Verizon, an American wireless network operator, popularly known in the information security industry for publishing the Data Breach Investigations Report (DBIR) has suffered a security breach.

The Verizon employee database was recently compromised with the hacker holding it for a $250,000 ransom.

Verizon spokesperson says it doesn’t believe it contains “any sensitive information” and stopped communication with the hacker. However, the list of details including employee email addresses, phone numbers, and more could present a risk for future attacks.

It’s uncertain how current the information is, but Motherboard called multiple people on the list and confirmed that four they got in touch with are still working at Verizon. “Around a dozen other numbers returned voicemails that included the names in the database, suggesting those are also accurate.”

The anonymous hacker told Motherboard they “obtained the data by convincing a Verizon employee to give them remote access to their corporate computer.”

In other recent news, SpiceJet passengers were stranded as the Indian airline was hit by a ransomware attack. The airline confirmed it faced a ransomware attack on Tuesday evening.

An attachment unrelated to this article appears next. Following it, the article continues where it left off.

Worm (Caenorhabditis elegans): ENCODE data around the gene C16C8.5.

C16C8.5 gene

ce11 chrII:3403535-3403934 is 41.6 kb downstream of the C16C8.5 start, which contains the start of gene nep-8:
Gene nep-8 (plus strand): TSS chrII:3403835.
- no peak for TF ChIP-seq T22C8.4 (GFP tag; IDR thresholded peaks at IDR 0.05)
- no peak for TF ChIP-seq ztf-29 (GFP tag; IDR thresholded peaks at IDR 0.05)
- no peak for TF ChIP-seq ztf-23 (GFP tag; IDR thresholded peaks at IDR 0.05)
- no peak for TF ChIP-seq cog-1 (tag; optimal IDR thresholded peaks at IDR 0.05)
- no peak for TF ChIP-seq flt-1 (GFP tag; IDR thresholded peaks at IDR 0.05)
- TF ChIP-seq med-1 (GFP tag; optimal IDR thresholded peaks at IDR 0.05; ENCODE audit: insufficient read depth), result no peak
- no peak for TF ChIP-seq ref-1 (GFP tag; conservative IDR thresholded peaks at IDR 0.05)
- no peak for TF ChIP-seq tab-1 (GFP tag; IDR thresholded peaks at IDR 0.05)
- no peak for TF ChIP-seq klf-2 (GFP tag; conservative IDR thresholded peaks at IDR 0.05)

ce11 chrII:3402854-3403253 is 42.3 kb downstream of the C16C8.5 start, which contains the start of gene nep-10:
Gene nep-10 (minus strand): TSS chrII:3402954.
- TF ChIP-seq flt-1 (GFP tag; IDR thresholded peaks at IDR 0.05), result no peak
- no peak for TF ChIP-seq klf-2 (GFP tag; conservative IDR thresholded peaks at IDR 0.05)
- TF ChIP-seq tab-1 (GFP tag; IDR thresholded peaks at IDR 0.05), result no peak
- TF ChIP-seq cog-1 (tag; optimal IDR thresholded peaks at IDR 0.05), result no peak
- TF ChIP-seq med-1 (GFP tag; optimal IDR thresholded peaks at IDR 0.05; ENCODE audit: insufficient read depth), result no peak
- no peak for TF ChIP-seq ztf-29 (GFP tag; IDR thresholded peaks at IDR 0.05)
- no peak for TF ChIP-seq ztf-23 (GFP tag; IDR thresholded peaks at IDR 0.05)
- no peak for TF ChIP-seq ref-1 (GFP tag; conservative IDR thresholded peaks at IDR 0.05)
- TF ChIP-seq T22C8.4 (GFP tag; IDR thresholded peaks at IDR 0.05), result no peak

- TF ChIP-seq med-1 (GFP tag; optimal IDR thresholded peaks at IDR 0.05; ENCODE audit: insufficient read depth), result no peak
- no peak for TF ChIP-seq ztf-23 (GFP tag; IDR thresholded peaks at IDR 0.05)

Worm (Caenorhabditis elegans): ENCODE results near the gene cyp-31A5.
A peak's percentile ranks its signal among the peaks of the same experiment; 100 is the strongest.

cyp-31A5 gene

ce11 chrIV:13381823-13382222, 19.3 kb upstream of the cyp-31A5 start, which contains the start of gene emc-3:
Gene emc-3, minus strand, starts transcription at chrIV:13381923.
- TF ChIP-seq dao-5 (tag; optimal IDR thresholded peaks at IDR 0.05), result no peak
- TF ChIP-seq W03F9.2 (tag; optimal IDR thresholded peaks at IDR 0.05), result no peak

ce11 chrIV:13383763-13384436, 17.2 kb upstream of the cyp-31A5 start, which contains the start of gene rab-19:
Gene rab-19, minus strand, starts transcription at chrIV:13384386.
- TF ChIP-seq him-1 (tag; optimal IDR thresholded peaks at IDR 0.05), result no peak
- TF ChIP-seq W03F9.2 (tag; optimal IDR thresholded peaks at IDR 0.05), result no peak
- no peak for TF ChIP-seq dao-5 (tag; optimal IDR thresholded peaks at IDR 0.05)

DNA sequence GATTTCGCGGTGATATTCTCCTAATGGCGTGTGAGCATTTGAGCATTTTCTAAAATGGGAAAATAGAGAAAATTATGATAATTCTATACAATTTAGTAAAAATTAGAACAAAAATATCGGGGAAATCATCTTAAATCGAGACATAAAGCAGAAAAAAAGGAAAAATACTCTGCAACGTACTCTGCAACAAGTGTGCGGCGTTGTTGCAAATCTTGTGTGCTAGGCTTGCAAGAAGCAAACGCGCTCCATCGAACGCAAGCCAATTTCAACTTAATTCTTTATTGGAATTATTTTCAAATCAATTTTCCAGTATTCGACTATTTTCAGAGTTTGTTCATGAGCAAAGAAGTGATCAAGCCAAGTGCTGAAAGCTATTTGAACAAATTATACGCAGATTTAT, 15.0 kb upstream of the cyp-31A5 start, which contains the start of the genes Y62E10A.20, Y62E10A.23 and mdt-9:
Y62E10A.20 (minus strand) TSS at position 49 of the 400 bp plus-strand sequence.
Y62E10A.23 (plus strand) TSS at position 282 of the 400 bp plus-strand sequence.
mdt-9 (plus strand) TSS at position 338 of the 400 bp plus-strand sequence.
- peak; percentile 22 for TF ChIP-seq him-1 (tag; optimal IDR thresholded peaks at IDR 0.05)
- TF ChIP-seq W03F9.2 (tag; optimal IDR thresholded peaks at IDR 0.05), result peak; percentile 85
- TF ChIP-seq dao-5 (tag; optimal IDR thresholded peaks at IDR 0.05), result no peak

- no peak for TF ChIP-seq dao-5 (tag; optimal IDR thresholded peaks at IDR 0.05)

In the 15th annual Verizon Data Breach Investigations Report (DBIR), Verizon’s DBIR team analyzed 23,896 security incidents, of which 5,212 were confirmed data breaches.

From well-publicized critical infrastructure attacks to massive supply chain breaches, the DBIR found five key trends related to the security incidents analyzed:

  1. There are four key paths leading to your estate: Credentials, Phishing, Exploiting vulnerabilities, and Botnets. All four are pervasive in all areas of the DBIR, and no organization is safe without a plan to handle each of them.
  2. This year ransomware has continued its upward trend with an almost 13% rise – an increase as big as the last five years combined. It’s important to remember that while ubiquitous and potentially devastating, ransomware by itself is, at its core, simply a model of monetizing an organization’s access. Blocking the four key paths mentioned above helps to block the common routes ransomware uses to invade your network.
  3. 2021 illustrated how one key supply chain incident could lead to wide-ranging consequences. Compromising the right partner is a force multiplier for threat actors. Unlike a financially motivated actor, nation-state threat actors may skip the breach altogether and opt to simply keep the access to leverage at a later time.
  4. Error continues to be a dominant trend and is heavily influenced by misconfigured cloud storage. While this is the second year in a row that we have seen a slight levelling out for this pattern, the fallibility of employees should not be discounted.
  5. The human element continues to drive breaches. This year, 82% of breaches involved the human element. Whether it is the Use of stolen credentials, Phishing, Misuse or simply an Error, people continue to play a very large role in incidents and breaches alike.